If we want to access base members from the target class in the mixin class, we must use the generic
Mixin<TThis, TBase> type, i.e. we must provide a parameter for
As the wiki page
re-motion mixins basics -- the generic 'Mixin' type
explains, "for technical reasons" you are constrained to pass an interface as
TBase parameter. This wiki page explains this constrain and how data is organized at run-time.
As soon as
TBase enters the picture, we face a complication, because then the mixed class ("Parrot_Mixed_SOM3GUID") can have two versions of each target method:
- the one overridden by the mixin class (e.g.
Say (string s)
- the original method from the target class (that would be
Base.Say (string s) when seen from the mixin class)
Now look at this code snippet:
public void PretendToTalkOnThePhone ()
This.Say ("Halloh?"); // overridden 'Say'
Base.Say ("Hi!"); // original (base) 'Say'
This can't hold a reference to the same instance of the mixed class, because that would make the overridden
Say () the same as the original (base)
Base holds a reference to a different instance – a so-called base call proxy. Another synthesized class enters the UML picture, in this example
Parrot_BaseCallProxy_SOM3GUID (labeled "Parrot_BaseCallProxy..." in the illustration).
It is an inner class to
Parrot_Mixed_SOM3GUID and holds a reference to its nesting class. Remember that you can't pass classes as a
TBase parameter to
TThis, only interfaces.
IParrot, which in turn was passed as second parameter to
Mixin<TThis, TBase> for this diagram:
The most important points in the diagram are:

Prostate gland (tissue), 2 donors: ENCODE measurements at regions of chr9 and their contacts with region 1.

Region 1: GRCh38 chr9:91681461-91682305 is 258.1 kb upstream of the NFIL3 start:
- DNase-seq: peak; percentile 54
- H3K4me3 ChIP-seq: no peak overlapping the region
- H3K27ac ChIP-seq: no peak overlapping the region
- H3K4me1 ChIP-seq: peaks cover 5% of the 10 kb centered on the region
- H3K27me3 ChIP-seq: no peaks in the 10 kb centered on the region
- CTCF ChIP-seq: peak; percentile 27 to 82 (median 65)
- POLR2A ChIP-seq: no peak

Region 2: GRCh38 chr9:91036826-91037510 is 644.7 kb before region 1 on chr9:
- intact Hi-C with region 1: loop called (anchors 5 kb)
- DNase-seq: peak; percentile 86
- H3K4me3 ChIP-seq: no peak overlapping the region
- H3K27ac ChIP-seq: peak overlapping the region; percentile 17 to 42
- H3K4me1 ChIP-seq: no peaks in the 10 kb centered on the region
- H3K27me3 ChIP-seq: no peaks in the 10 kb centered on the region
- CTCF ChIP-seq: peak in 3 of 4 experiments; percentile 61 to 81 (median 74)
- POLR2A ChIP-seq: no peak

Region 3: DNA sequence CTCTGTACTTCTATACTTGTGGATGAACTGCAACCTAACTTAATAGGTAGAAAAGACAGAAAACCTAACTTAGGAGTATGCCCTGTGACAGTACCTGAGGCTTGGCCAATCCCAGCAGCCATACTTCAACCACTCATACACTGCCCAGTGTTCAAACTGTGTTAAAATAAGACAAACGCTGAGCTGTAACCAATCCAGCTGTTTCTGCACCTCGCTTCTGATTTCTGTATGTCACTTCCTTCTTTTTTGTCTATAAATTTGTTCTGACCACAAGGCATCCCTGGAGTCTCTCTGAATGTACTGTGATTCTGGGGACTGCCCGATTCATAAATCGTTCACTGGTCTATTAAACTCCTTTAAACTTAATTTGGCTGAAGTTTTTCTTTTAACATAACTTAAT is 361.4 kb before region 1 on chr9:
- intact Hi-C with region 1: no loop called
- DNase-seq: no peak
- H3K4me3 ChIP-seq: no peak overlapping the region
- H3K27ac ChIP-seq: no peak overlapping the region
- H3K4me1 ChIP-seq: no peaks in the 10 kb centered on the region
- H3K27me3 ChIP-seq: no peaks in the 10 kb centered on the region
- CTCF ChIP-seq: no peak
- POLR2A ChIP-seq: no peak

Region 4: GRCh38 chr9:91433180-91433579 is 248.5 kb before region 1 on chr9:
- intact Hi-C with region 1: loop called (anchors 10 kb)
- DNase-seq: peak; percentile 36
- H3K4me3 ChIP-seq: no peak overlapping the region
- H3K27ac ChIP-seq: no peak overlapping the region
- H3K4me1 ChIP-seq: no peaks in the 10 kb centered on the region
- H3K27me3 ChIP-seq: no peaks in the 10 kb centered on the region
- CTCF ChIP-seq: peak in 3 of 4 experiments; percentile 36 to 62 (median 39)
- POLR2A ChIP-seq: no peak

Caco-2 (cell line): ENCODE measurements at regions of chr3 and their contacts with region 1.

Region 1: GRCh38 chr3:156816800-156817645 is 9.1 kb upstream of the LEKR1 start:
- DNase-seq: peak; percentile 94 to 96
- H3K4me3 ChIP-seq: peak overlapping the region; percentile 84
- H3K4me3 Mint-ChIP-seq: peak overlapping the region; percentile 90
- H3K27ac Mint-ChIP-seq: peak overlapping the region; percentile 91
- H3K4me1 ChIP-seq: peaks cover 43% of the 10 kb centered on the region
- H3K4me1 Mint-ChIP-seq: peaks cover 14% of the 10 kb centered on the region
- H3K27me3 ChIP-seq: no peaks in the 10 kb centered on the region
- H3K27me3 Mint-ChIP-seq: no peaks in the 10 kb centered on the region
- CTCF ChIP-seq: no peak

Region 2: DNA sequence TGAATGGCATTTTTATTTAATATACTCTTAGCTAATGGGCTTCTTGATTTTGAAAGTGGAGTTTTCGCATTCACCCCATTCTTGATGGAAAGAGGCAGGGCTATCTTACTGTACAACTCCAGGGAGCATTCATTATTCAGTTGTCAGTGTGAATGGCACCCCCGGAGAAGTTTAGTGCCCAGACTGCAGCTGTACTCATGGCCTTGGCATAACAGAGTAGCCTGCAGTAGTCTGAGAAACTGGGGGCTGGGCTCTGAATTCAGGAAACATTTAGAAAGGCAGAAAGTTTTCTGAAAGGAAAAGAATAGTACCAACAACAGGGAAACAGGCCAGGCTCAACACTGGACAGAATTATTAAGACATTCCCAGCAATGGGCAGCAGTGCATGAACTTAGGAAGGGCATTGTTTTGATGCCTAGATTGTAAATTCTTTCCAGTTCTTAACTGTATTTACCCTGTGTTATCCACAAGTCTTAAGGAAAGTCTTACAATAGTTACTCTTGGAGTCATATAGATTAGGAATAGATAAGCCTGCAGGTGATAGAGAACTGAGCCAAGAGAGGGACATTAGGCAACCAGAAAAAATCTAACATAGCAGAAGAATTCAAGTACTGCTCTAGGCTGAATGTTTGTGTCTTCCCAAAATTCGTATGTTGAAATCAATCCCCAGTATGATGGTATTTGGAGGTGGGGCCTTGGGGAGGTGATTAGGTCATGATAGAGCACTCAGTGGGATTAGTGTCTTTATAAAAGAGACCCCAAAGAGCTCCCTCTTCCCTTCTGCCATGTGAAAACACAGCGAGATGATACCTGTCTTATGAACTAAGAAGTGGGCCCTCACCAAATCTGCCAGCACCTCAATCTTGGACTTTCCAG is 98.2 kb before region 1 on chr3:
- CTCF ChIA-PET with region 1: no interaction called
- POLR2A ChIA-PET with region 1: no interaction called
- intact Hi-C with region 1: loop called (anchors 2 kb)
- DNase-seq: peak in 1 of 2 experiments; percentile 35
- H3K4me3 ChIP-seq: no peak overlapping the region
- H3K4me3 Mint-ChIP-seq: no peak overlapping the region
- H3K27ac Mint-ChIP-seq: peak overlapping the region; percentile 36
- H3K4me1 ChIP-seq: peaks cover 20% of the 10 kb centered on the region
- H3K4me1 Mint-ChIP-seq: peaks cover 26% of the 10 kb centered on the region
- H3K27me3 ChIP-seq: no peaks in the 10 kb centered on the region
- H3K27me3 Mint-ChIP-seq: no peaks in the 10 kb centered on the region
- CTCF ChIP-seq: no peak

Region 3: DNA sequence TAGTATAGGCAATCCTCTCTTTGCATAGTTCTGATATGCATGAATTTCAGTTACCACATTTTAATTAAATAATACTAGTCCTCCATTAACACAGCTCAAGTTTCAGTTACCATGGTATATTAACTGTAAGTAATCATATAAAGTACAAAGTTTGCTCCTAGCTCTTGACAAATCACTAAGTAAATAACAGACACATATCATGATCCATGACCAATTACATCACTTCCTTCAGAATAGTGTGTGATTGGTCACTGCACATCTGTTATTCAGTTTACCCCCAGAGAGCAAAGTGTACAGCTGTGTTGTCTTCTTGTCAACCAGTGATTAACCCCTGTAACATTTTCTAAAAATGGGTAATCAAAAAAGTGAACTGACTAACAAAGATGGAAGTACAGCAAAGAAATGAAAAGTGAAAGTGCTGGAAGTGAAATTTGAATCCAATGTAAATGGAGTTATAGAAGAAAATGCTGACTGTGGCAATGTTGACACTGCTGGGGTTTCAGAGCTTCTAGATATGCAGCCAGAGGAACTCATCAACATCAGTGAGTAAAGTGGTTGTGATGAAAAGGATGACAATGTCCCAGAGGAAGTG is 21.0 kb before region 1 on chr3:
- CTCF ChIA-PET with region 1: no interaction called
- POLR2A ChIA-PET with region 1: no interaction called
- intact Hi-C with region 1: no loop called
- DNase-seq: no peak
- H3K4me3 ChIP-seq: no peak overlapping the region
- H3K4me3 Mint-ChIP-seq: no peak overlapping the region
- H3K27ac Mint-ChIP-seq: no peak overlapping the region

OnThePhoneMixin holds a reference to
Parrot_BaseCallProxy_SOM3GUID (labeled "Parrot_BaseCallProxy..." in the illustration) in
Parrot_BaseCallProxy_SOM3GUID holds a reference to the mixed class
Parrot_Mixed_SOM3GUID (labeled "Parrot_SOM3GUID")
IParrot (note that, in this diagram,
Parrot_Mixed_SOM3GUID do not}}
Parrot_Mixed_SOM3GUID has been endowed with a
PretendToTalkOnThePhone () to
Base.Say will eventually call
Say (). Here is a walk-through for how this works.
Base.Say ("Halloh?") delegates to the
Say () method in
Say () method delegates to
Base_Say () in
Say () delegates to
Say () via
base.Say () (note the lowercase 'b' in
base.Say () – not a typo;
Parrot_Mixed_SOM3GUID calls its base-class'
Say () method be called here? Simple: that's the
Say () overridden by the mixin class – the one called by
As promised in the opening of this wiki page, a word on the technical reasons why you can't pass a class as type parameter to
Mixin<TThis, TBase>. The problem is that you basically need two instances to delegate to – one for the
Base property, one for the
This property. Two instances mean two instantiations, and instantiations can have side-effects (dumping to the screen, opening a socket, new thread, etc.) If the
ObjectFactory would cause two such side effects for each instantiation of the desired target class, the programmer using mixins could get into trouble and would have a hard time figuring out why. Having an
ObjectFactory create two instances instead of one is more tasteless prank than sound engineering, so that's a no-go. The base-call proxy class synthesized at run-time has no side-effects upon instantiation, and no state. It simply steals the interface signatures (
IParrot, in this example) and delegates every method (and every property) implementation to the mixed class – either to the corresponding method (if no call to a base method is needed) or the corresponding
Note that the construction of the two implementor classes works differently for each interface if you pass TWO interfaces to
Mixin<TThis, TBase>, as in
Mixin<IParrot, IParrot>, for example. This call is equivalent to
Mixin<Parrot, IParrot>, because re-motion mixin is smart enough to do the right thing here:
- for the first
IParrot, the object factory finds
Parrot as the implementor and subclasses it to the mixed class
- for the second
IParrot, the object factory generates the base call proxy with no life of its own, delegating everything to the mixed class